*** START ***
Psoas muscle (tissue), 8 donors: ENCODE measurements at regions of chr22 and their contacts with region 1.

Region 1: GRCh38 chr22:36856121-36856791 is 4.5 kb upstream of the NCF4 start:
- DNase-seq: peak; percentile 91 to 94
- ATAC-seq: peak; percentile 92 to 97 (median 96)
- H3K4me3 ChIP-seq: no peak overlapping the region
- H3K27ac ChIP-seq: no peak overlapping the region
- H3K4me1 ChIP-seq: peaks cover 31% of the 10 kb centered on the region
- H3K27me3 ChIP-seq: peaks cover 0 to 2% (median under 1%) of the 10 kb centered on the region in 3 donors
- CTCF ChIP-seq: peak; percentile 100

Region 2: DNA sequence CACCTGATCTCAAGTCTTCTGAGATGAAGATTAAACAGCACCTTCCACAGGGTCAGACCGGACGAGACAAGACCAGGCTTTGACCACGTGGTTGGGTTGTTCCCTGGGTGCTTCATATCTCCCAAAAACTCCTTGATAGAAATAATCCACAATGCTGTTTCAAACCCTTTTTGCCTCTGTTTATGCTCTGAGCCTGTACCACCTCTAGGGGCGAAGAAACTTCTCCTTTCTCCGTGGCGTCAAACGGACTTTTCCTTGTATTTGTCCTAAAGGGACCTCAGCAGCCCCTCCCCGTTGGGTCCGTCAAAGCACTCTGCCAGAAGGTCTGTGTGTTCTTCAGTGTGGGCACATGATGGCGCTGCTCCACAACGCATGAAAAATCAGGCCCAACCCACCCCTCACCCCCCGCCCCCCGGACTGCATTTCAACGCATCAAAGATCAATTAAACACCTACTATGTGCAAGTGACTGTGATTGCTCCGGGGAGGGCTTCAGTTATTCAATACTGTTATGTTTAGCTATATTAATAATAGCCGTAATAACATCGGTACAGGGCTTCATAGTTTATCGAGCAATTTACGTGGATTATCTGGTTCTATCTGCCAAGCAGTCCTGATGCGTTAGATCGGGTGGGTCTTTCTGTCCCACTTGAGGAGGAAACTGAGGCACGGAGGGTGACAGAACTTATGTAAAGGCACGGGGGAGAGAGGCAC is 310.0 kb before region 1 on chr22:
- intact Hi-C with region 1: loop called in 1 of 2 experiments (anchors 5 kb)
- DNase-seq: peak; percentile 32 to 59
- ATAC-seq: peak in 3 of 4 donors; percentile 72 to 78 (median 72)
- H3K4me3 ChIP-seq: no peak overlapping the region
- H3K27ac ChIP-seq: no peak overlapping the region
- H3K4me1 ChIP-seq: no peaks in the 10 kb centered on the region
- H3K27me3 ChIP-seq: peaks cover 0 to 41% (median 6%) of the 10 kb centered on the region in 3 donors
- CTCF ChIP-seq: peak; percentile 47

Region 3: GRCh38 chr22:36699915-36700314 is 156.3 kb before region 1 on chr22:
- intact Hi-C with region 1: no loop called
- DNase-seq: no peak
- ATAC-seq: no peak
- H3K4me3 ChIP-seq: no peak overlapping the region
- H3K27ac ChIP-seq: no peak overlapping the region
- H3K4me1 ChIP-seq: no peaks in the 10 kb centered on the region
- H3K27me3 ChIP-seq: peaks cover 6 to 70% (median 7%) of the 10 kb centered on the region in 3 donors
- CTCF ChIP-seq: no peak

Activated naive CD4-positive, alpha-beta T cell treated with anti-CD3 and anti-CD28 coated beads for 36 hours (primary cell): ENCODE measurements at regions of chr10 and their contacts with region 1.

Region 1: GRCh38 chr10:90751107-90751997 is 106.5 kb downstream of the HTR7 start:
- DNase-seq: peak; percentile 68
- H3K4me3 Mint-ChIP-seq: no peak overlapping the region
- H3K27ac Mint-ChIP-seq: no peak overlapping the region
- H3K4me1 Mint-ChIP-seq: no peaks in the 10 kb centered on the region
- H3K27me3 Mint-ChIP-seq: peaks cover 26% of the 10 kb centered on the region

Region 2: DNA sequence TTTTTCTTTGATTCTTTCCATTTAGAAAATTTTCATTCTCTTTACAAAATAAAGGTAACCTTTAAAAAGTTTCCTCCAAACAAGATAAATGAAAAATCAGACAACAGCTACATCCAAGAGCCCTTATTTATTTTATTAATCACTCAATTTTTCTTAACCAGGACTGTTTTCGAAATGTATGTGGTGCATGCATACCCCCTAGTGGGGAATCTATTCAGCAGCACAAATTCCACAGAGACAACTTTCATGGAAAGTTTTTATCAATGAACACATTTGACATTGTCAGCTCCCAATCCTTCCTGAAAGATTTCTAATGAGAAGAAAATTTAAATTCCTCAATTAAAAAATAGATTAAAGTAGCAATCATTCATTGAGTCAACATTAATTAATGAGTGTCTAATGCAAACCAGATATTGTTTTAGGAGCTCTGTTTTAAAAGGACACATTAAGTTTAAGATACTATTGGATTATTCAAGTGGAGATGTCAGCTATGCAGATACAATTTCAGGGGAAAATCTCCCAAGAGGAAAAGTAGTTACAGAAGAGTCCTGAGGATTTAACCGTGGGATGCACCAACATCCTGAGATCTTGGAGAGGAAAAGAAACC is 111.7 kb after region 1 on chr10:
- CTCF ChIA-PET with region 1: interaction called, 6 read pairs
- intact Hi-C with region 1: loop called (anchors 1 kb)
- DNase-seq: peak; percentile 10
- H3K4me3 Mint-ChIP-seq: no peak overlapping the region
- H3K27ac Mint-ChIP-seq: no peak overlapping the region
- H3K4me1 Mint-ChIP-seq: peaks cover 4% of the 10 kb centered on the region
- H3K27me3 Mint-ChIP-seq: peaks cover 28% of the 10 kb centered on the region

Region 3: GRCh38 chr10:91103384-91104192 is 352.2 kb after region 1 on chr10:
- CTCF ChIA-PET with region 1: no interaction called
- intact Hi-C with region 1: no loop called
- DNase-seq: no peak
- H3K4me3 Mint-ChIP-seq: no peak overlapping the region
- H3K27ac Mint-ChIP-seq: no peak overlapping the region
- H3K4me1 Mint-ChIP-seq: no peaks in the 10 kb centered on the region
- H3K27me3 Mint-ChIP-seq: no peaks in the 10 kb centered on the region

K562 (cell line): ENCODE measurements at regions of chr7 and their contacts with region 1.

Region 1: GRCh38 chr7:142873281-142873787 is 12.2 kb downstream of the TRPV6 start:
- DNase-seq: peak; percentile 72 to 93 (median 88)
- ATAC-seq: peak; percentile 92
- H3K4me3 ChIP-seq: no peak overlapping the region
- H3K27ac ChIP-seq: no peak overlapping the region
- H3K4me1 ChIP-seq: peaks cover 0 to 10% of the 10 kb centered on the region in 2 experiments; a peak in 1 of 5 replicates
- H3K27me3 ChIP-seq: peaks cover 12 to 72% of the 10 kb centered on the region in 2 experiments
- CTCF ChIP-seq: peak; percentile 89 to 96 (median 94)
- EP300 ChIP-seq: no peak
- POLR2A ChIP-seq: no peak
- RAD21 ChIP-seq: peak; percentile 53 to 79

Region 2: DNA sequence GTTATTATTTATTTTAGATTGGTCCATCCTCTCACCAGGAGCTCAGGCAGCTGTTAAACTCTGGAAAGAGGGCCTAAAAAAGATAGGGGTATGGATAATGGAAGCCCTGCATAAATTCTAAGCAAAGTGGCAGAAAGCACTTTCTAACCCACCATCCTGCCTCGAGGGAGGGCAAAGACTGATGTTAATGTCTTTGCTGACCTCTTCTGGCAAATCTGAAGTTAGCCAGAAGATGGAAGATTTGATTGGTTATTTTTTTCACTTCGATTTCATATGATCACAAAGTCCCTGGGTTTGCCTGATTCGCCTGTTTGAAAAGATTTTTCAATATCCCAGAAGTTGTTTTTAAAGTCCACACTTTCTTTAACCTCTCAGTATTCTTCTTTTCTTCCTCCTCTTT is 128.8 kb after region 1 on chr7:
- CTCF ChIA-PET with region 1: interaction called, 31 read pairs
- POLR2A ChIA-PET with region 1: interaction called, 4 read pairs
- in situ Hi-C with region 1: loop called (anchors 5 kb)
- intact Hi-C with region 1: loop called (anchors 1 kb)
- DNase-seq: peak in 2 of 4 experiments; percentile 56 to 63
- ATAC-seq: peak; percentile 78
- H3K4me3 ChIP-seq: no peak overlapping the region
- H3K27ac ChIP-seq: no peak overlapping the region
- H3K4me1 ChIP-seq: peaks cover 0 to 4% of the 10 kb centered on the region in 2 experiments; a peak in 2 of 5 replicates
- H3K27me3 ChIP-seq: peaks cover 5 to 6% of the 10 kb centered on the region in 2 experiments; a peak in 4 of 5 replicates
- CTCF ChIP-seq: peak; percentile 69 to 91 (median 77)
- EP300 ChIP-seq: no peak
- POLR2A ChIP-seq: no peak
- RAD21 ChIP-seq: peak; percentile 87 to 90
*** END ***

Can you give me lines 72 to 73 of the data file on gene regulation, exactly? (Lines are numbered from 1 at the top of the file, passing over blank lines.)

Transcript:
- H3K4me1 ChIP-seq: peaks cover 0 to 4% of the 10 kb centered on the region in 2 experiments; a peak in 2 of 5 replicates
- H3K27me3 ChIP-seq: peaks cover 5 to 6% of the 10 kb centered on the region in 2 experiments; a peak in 4 of 5 replicates